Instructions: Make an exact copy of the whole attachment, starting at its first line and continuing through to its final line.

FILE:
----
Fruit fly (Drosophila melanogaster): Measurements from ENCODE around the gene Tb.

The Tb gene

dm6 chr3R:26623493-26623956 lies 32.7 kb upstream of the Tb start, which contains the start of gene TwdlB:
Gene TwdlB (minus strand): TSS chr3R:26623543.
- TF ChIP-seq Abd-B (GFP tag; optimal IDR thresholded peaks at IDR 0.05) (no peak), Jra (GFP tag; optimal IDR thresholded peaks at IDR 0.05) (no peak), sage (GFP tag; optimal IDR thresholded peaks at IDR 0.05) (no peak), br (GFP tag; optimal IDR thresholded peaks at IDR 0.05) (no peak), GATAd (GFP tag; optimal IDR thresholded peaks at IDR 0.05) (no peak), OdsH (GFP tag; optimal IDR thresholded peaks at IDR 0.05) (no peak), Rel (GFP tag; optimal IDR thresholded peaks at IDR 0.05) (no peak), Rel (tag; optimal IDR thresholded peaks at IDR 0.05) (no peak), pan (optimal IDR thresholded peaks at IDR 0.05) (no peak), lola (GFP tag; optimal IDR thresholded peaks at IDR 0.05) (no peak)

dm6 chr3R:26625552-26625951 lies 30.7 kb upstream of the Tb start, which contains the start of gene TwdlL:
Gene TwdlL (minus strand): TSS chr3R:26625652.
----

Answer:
Fruit fly (Drosophila melanogaster): Measurements from ENCODE around the gene Tb.

The Tb gene

dm6 chr3R:26623493-26623956 lies 32.7 kb upstream of the Tb start, which contains the start of gene TwdlB:
Gene TwdlB (minus strand): TSS chr3R:26623543.
- TF ChIP-seq Abd-B (GFP tag; optimal IDR thresholded peaks at IDR 0.05) (no peak), Jra (GFP tag; optimal IDR thresholded peaks at IDR 0.05) (no peak), sage (GFP tag; optimal IDR thresholded peaks at IDR 0.05) (no peak), br (GFP tag; optimal IDR thresholded peaks at IDR 0.05) (no peak), GATAd (GFP tag; optimal IDR thresholded peaks at IDR 0.05) (no peak), OdsH (GFP tag; optimal IDR thresholded peaks at IDR 0.05) (no peak), Rel (GFP tag; optimal IDR thresholded peaks at IDR 0.05) (no peak), Rel (tag; optimal IDR thresholded peaks at IDR 0.05) (no peak), pan (optimal IDR thresholded peaks at IDR 0.05) (no peak), lola (GFP tag; optimal IDR thresholded peaks at IDR 0.05) (no peak)

dm6 chr3R:26625552-26625951 lies 30.7 kb upstream of the Tb start, which contains the start of gene TwdlL:
Gene TwdlL (minus strand): TSS chr3R:26625652.